Effective Monday, July 19, 2021, the following NOH/OMG office locations will no longer provide on-site blood draws: Westlake, Lorain, Olmsted Falls and Dewhurst. Click here for the nearest lab service location.
The long-term effects of smoking include an increased risk for a number of life-threatening diseases and death. Smoking can harm almost every organ in the body. Most people only associate their lungs with the harmful effects of smoking, but there’s much more to it.
When you smoke, the toxins travel through your lungs, but they’ll also get into your bloodstream. Researchers at the Centers for Disease Control and Prevention say chemicals in cigarette smoke cause the cells that line blood vessels to become swollen and inflamed. When your blood vessels are narrowed, it can lead to a list of heart conditions.
There are short-term effects of smoking, too. Here are some alarming facts that can serve as motivation for smokers to give it up.
On the surface, the short-term effects of smoking may not seem alarming. But if you just started smoking and you’re experiencing some of them, you should understand that this is a sign of bigger problems to come.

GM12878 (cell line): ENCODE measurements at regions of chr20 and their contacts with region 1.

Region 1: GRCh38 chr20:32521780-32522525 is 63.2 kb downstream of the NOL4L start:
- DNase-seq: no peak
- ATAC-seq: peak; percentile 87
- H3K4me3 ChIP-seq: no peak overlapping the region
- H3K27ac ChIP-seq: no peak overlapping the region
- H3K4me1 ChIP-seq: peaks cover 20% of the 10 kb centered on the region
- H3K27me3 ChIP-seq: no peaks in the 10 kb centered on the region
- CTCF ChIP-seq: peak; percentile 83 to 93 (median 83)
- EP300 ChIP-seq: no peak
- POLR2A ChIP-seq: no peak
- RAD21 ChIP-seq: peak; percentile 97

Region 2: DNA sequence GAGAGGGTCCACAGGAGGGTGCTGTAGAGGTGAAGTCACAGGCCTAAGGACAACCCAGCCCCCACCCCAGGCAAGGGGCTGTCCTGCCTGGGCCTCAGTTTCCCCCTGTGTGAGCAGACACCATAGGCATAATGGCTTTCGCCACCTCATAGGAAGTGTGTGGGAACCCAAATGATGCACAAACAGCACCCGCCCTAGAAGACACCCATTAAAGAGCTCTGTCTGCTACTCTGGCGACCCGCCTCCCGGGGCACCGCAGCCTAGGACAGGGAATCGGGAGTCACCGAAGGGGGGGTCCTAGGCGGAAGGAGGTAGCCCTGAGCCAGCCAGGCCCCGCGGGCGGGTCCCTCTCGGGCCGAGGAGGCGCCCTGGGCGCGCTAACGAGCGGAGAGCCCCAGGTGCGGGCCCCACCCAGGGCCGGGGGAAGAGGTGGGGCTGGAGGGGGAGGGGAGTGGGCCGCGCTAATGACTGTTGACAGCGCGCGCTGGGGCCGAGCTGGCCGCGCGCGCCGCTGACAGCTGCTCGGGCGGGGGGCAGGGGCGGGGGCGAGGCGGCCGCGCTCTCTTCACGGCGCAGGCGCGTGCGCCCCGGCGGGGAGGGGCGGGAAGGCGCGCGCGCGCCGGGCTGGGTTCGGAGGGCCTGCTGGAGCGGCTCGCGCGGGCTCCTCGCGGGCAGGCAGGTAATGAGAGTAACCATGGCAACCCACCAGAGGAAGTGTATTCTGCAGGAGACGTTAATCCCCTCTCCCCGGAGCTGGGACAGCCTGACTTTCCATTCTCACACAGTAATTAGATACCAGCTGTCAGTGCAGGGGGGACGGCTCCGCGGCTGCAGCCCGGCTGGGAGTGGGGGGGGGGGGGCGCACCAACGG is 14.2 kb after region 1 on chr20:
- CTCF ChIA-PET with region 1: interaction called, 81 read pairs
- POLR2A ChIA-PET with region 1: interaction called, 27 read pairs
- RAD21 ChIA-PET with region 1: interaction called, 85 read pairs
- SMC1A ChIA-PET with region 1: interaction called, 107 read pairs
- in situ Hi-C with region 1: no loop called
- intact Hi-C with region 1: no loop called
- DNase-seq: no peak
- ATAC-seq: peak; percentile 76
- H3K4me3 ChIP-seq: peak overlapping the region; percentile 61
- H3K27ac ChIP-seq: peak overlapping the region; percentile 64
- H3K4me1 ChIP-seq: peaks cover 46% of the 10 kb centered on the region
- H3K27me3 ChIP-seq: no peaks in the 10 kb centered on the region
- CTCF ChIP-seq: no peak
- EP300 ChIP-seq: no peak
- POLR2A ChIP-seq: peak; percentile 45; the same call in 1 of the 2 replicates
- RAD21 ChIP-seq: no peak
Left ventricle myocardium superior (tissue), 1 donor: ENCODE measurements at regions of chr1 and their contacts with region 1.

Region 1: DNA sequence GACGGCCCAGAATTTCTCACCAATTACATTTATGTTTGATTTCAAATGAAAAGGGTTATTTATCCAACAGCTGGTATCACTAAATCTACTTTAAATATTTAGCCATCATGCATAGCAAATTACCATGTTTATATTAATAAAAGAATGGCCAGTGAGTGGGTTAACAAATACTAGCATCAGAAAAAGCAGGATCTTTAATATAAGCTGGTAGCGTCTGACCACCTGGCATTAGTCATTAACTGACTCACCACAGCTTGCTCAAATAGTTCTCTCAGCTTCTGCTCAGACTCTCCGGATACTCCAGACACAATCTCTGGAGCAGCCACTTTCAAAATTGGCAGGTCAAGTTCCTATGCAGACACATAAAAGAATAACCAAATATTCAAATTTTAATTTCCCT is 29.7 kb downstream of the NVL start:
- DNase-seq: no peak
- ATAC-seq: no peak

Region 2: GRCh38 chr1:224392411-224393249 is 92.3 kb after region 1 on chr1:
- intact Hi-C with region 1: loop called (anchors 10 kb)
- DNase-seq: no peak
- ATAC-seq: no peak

Some of the short-term effects of smoking include:
Even people who are regularly exposed to second-hand smoke may experience some of these problems.
The list of long-term effects of smoking is long. And the longer you smoke, the more health issues, conditions and diseases you will put yourself at risk for. Let’s take a look at the long-term health problems you could endure if you’re a smoker.
It is estimated that smoking can increase the risk of:
Smoking can contribute to the development of the following cancers:
Smoking contributes to the development of many heart-related problems.
We’ve already mentioned the damage smoking does to your lungs, but here’s more proof:
The correlation between smoking and heart disease is well-documented and heart disease remains the No. 1 killer among men and women in the United States.
Let the Great American Smokeout on November 19 be the day to start your journey toward a smoke-free life. You’ll be joining thousands of people who smoke across the country in taking an important step toward a healthier life and reducing your cancer risk.
And now that you know the short and long-term effects of smoking, you can focus on kicking the habit. The good news is if you are a smoker and you quit, you can reverse the effects. If you’re thinking about quitting, our free guide can help. You’ll learn the short and long-term effects of quitting and ways to help you live the rest of your life smoke-free.